Smith v Earl Brownlow 1866

In 1866, Lord Brownlow, the wealthy owner of the Ashridge Estate, erected iron fences to enclose (privatise) about four hundred acres of Berkhamsted Common. Resistance came from the recently formed Commons Preservation Society. They demolished the new enclosure in a celebrated moonlight raid. Witness evidence from the subsequent trial, some of which is published here for the first time, gives a voice to people not often heard in the historical record, those whose working lives were spent on the common. It paints a fascinating picture of the common in the first half of the nineteenth century.

The Battle of Berkhamsted Common in 1866 was part of a long war. Riots met two seventeenth-century attempts to enclose it. The first was not successful in halting the enclosure of the central portion which became Coldharbour Farm and left the remainder of the common with its distinctive horseshoe shape. The second riot, in which soldiers garrisoned at Hemel Hempstead joined locals, was more successful: the fences stayed down for the next hundred years.

When Lord Brownlow put up fences in 1866, the Commons Preservation Society immediately sort contractors to take them down and found a local landowner with commonable rights to head up their campaign. They found their champion in Augustus Smith. Smith was second only to Brownlow as a local landowner. Although an absentee (he held the lease of the Scilly Isles) he had strong family ties to Berkhamsted. Moreover, he was a whig – an MP, in fact – and a natural ally of the recently formed pressure group.

The moonlight raid is justly famous, but it wasn’t a battle. The society chose nighttime to avoid the possibility of confrontation with estate staff. The fences were dismantled rather than torn down. Despite that, Lord Brownlow immediately sued Augustus Smith for damages. The case would lapse when Lord Brownlow died the following year. Meanwhile, Smith had taken out a counterclaim to seek a legal ruling protecting the rights of the commoners. This case would continue against the estate of the deceased earl. The real ‘Battle of Berkhamsted Common’ was fought, not across the gorse and bracken of the Chiltern hills, but through the courts.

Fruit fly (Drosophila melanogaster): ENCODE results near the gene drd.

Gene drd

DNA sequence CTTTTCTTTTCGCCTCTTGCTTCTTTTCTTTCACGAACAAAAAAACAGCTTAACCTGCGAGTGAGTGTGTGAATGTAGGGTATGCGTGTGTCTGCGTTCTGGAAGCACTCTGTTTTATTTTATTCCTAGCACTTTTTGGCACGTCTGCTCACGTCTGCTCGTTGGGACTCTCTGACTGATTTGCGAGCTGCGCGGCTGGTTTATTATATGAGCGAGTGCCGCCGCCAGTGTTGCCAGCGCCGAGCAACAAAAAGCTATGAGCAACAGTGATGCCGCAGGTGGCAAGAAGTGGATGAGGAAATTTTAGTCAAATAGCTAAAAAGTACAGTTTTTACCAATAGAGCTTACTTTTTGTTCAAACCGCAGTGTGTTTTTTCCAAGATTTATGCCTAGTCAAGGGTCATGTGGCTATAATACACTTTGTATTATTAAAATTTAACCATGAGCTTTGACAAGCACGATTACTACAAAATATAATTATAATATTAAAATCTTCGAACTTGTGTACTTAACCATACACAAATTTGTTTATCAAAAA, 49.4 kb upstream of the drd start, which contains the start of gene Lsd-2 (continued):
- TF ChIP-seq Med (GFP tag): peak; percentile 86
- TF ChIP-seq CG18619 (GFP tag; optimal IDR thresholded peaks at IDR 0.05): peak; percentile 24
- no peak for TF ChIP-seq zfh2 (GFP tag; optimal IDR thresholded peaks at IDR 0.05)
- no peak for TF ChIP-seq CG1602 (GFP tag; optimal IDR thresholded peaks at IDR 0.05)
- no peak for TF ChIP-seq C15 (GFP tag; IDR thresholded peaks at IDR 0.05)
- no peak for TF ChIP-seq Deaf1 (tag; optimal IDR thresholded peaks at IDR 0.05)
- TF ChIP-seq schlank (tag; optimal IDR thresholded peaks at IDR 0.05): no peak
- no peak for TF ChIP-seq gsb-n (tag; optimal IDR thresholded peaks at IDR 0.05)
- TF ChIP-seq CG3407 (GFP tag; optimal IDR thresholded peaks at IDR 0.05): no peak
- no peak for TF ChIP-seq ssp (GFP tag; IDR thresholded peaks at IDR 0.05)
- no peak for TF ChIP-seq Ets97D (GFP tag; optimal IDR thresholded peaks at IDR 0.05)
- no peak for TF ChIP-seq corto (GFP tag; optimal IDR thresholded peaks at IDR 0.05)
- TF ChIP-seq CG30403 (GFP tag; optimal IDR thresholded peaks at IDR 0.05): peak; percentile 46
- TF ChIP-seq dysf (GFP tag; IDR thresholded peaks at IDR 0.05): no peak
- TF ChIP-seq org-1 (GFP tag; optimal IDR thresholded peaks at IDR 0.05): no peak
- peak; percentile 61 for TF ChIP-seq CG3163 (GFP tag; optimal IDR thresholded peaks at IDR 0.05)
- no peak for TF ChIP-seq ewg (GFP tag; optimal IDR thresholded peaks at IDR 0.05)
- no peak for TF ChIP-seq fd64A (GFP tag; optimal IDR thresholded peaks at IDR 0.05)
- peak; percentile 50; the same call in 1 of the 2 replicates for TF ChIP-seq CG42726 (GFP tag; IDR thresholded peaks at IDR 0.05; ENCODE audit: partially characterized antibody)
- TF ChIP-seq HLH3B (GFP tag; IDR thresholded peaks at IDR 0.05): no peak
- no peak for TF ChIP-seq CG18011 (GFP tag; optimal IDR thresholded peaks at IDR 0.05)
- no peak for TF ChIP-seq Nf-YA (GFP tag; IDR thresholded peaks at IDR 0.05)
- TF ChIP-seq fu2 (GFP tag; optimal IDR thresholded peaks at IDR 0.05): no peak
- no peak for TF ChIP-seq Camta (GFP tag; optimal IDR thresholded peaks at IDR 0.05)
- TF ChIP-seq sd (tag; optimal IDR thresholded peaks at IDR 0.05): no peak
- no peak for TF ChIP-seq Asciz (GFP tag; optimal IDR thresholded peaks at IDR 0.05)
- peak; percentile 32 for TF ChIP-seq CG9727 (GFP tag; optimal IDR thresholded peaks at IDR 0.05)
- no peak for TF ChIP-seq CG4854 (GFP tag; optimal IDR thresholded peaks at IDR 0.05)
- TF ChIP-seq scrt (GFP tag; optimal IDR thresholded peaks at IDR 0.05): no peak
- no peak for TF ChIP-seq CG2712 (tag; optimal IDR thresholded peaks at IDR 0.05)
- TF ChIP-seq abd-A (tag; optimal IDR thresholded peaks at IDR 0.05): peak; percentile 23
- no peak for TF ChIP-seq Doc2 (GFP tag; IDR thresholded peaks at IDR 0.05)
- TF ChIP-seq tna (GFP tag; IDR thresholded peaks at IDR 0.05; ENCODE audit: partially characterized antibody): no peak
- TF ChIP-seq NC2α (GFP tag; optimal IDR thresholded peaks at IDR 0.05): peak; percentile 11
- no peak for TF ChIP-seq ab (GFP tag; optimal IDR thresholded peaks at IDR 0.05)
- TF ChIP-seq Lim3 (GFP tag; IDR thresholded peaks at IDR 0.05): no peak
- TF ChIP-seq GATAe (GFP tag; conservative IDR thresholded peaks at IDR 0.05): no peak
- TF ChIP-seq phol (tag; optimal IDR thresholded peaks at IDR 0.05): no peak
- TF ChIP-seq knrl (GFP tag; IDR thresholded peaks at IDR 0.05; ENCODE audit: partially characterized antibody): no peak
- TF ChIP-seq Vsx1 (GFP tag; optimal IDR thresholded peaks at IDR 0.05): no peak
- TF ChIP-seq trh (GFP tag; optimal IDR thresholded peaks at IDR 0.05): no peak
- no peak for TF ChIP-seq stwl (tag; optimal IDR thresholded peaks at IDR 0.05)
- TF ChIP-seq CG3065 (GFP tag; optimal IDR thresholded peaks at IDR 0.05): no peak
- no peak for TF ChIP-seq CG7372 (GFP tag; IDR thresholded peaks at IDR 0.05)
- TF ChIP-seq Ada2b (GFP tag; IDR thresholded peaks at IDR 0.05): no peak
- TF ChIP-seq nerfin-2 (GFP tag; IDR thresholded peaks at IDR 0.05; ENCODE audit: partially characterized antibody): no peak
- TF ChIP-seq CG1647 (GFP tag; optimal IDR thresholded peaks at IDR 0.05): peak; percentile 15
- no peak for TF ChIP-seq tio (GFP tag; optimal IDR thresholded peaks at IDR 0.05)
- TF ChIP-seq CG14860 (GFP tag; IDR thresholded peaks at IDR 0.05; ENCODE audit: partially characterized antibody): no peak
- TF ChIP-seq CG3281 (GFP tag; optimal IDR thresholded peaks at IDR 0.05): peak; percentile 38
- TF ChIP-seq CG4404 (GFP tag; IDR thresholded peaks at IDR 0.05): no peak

In 1866 the court would hear viva voce evidence from interviews conducted in The King’s Arms in Berkhamsted. The witnesses’ average age was over sixty, some of them were much older: two of them died before the case concluded. Their testament, which runs to some twenty-five thousand words, draws on memories of the common stretching back, in some cases, into the eighteenth century.

The loyalties of the witnesses are sometimes visible, and their memories aren’t always reliable (whose are?). There is inevitably some repetition, occasionally to the point of boredom. But often the evidence surprises and delights a modern reader as the witnesses range freely over long working lives.

Finally, I should mention the documents aren’t an original discovery. George Whybrow, the author of A History of Berkhamsted Common, drew on them extensively for his book.1 This century, Richard Mabey wrote an account of the various enclosure attempts in a brilliant literary and ecological meditation on the common’s signature tree.2 Journal articles by Ben Cowell and Dean Juniper have shone new light on the role of the CPS in the battle.3

I hope that the publication of the court transcripts will add to those rich narratives.

  1. George Whybrow, A History of Berkhamsted Common, published by the Commons, Open Spaces and Footpaths Preservation Society (the successor to the CPS) in 1934.
  2. Beechcombings, Richard Mabey, published by Chatto and Windus (2007)
  3. ‘The Commons Preservation Society and the Campaign for Berkhamsted Common, 1866–70’, in Rural History Cowell, B, 2002
    ‘A Most Felicitous Foray’, in History Today, Dean Juniper, – Volume 52, Issues 7-12 – Page 29.